on April 29, 2007 by in Uncategorized, Comments (0)
Clemson pitcher struggles in loss to Yellow Jackets
CLEMSON — Some times it just happens. A pitcher pitches so many innings in a season, it’s impossible for him to be perfect in every outing.
Until Sunday’s 6-3 loss to No.24 Georgia Tech, Clemson’s Ryan Hinson had been the closest thing to perfect than any other pitcher on the 19th ranked Tigers’ staff. Heading into Sunday, he had compiled a 4-1 record with a 2.03 ERA and pitched no fewer than 4 innings in any of his 10 starts.
But on Sunday, that wasn’t the case. Hinson, a sophomore from Rock Hill, struggled right out of the gates, loading the bases with three walks in the top of the first and allowing one run on a base hit before getting out of the jam with a strikeout and inducing a ground ball to the mound.
“I didn’t get us started on the right foot,” he said. “I have to take the blame for this one.”
The lefty struggles continued from there. He gave up a base hit in the second and another walk in the third, before issuing two more free bases and a third hit in the fourth that ended his afternoon.
“He just didn’t have his control,” Clemson coach Jack Leggett said. “He got off to a rocky start. We were lucky to get out of the first inning with only one run, and then we just made a couple of mistakes.”
Hinson ended his day pitching just 3.2 innings, while allowing four runs. He walked six batters and hit two more. It was the sophomore’s worst outing since April 16th of 2006, and ironically, it was against the same team. Though he didn’t start that afternoon for the Tigers, he was just as ineffective as he was Sunday, allowing five runs on six hits with three walks in just 2.1 innings of work.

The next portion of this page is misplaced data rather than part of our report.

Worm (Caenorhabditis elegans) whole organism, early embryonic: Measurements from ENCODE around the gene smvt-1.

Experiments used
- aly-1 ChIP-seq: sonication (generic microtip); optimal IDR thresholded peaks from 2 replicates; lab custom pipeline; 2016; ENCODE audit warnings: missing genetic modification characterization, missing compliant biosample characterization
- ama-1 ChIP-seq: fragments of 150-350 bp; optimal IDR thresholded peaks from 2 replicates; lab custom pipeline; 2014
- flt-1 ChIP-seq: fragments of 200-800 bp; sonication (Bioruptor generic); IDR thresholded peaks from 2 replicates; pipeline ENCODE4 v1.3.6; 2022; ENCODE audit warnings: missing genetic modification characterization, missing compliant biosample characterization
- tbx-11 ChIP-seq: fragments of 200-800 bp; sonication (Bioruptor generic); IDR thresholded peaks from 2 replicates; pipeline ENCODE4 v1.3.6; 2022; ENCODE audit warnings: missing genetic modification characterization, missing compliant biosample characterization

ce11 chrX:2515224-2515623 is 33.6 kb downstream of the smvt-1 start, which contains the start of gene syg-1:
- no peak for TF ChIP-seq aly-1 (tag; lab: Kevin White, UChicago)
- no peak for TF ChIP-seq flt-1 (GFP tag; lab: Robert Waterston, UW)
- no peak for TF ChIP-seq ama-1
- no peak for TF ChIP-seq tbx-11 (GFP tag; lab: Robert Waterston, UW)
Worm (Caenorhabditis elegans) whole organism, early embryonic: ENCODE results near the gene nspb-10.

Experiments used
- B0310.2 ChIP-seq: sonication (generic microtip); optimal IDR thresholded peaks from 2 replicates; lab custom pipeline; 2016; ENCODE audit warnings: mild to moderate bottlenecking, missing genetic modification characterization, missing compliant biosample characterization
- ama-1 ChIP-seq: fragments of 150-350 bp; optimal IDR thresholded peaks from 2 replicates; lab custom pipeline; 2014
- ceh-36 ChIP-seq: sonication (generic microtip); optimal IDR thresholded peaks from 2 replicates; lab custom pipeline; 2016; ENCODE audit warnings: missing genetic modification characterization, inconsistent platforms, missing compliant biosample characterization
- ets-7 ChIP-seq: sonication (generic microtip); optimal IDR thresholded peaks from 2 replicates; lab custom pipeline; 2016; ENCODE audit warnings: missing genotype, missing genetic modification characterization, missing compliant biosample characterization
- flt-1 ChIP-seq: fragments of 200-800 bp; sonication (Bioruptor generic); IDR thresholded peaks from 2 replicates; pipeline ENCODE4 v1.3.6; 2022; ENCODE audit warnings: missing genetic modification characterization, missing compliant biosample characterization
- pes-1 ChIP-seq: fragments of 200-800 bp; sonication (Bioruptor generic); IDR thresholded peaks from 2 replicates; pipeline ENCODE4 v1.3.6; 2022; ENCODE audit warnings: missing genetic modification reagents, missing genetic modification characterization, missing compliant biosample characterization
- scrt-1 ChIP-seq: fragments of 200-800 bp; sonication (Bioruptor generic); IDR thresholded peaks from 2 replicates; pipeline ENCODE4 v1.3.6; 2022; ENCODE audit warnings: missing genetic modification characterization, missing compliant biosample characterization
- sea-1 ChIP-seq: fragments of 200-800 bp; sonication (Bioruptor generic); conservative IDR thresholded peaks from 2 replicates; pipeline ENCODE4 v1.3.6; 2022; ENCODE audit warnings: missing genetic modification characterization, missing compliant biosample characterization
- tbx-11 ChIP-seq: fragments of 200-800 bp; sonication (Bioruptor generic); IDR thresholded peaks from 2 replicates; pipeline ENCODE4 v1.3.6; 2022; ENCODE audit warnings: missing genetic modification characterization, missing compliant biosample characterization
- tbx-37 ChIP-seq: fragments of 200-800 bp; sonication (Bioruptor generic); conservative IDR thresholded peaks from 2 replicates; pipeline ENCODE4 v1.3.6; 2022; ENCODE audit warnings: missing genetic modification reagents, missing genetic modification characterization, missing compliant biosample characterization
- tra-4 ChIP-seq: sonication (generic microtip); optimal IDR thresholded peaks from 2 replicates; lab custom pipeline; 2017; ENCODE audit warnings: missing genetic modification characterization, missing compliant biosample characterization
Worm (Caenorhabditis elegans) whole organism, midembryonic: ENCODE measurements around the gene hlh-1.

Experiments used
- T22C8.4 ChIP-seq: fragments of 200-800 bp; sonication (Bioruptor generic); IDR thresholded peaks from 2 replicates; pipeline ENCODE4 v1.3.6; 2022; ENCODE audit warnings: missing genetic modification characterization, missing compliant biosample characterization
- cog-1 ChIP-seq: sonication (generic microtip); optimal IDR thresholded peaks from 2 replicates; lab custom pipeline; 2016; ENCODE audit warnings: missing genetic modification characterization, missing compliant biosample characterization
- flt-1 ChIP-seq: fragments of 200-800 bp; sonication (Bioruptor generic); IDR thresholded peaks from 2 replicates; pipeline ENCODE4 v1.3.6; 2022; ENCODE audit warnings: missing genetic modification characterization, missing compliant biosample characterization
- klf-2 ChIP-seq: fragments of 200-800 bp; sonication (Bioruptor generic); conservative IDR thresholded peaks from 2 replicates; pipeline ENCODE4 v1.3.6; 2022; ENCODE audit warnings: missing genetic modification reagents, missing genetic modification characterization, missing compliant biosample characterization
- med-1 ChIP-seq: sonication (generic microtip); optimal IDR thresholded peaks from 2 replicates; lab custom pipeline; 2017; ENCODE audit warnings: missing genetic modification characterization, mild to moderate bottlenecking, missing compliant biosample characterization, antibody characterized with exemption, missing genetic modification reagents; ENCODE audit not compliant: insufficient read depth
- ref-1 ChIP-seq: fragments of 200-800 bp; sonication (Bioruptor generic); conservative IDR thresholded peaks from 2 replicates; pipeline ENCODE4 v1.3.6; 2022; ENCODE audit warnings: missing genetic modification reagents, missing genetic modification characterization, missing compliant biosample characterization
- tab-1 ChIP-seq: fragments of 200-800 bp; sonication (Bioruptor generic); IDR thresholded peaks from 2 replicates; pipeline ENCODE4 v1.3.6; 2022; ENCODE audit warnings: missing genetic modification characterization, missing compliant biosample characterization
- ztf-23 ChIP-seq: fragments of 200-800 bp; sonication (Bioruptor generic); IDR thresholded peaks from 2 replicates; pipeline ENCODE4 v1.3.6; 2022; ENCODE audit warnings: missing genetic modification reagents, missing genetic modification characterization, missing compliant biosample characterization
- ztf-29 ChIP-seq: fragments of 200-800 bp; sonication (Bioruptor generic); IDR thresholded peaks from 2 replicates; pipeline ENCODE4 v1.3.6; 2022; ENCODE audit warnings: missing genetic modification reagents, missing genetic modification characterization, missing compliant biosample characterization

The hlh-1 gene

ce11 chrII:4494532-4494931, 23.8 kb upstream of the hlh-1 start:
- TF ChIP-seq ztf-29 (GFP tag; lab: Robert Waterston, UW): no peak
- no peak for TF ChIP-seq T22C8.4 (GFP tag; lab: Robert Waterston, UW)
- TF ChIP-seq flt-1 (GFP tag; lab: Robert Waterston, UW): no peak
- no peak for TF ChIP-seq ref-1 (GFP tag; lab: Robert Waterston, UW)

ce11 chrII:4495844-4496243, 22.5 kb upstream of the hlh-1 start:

“I was trying to feel my way through it, instead of throwing the ball and trying to throw strikes,” Hinson said. “When you start to struggle like that, you have to try to put it behind you and go out there and pitch.
“You have to step up and be a team leader and today I didn’t do that.”
But Hinson shouldn’t take all the blame. His teammates also had a bad day. Clemson left 9 runners in scoring position and 13 stranded on base.
“The first five innings of the game we just didn’t play well,” Leggett said. “We didn’t pitch, hit or play defense at all.
“We let them get ahead early and we just couldn’t recover.”
Georgia Tech (27-17, 14-9 ACC) scored three runs in the fourth inning to take a 4-0 lead thanks to a walk, a two-out double from Chris House, an error, another walk and a hit batter. All three runs were charged to Hinson, the first time this season he had allowed more than two runs in any inning.
That inning alone prevented the Yellow Jackets from being swept by Clemson for the first time since 2003. The Tigers won the first two games to take the series 2-1.
P.J. Zocchi came on in relief, allowing the last two runs in 3.2 innings of work. Matt Zoltak and Alan Farina closed out the game as Clemson (29-15, 13-8) gave up a season-high 10 walks as a team, while committing two errors.
After falling behind 5-0, the Tigers scored two in the sixth when pinch hitter Ben Paulsen scored Andy D’Alessio, and D.J. Mitchell, playing for the still ailing Brad Chalk, drew a walk with the bases load to score Marquez Smith. In all, Clemson loaded the bases in the fourth, fifth, eighth and ninth innings, but came away with just three runs.
“We just didn’t get that big hit when it matter and that’s the bottom line,” Leggett said. “We could never get it going. We did okay on offense, but we just didn’t do anything with men on base.”
Clemson will take the next five days off for finals before hosting Boston College next weekend. The Yellow Jackets are at South Florida next weekend and then get back in ACC play at North Carolina on May 11.